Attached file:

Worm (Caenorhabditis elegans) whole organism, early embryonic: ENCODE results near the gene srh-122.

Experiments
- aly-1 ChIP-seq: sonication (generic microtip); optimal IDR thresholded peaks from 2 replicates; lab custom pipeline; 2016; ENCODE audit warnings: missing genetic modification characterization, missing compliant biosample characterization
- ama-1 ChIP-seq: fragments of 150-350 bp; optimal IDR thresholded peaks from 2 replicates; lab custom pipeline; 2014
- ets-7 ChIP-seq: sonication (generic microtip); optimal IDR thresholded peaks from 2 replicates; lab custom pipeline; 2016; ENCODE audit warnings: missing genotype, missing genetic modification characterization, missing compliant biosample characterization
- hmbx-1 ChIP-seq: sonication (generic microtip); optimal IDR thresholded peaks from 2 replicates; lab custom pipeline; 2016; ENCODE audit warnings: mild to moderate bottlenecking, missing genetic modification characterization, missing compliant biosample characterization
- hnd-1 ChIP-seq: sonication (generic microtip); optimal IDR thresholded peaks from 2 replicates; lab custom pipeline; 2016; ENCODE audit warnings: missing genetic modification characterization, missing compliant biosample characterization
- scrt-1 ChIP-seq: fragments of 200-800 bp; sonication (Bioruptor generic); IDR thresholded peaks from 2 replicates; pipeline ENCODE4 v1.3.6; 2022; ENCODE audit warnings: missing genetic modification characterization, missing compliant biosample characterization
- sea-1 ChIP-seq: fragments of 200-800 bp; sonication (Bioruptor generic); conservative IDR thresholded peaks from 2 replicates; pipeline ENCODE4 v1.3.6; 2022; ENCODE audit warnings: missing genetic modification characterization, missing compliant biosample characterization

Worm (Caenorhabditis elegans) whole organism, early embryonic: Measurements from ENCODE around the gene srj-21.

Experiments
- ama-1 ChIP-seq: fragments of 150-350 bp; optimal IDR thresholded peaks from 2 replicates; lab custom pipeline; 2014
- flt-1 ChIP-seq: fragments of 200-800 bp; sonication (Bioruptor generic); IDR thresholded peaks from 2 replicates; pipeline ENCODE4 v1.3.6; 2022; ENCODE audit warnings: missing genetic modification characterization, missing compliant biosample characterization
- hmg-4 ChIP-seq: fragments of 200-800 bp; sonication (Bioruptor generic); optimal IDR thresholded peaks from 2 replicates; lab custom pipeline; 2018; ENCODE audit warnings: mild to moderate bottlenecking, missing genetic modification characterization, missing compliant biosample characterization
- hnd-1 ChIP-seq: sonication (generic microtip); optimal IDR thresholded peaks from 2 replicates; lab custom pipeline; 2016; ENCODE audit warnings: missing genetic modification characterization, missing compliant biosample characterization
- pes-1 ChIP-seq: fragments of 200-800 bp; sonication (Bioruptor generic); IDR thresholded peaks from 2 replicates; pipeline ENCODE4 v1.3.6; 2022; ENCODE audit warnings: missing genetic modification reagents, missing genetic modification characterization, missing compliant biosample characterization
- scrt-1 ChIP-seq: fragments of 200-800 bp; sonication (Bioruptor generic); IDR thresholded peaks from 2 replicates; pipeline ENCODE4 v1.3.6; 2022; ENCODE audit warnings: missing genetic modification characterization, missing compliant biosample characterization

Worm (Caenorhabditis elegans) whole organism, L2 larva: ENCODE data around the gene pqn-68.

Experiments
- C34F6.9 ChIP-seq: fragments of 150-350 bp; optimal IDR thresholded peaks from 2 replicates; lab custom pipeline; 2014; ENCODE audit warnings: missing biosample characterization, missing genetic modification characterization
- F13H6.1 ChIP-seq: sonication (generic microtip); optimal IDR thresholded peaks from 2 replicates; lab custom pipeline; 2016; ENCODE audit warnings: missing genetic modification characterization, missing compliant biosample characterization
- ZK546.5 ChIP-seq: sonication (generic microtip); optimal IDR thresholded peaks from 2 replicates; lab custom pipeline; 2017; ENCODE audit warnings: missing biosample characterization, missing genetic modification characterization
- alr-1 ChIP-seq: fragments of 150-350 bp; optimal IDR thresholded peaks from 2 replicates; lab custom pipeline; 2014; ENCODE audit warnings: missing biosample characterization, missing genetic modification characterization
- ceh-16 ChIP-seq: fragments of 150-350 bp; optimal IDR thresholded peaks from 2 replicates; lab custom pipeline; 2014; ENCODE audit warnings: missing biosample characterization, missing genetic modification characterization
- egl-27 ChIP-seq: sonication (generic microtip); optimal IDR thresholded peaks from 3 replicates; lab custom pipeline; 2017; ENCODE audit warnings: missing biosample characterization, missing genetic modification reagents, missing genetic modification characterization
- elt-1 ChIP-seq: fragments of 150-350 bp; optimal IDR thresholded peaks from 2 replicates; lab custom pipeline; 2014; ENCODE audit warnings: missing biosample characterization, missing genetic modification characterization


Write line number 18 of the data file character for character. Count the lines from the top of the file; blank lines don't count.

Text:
Worm (Caenorhabditis elegans) whole organism, L2 larva: ENCODE data around the gene pqn-68.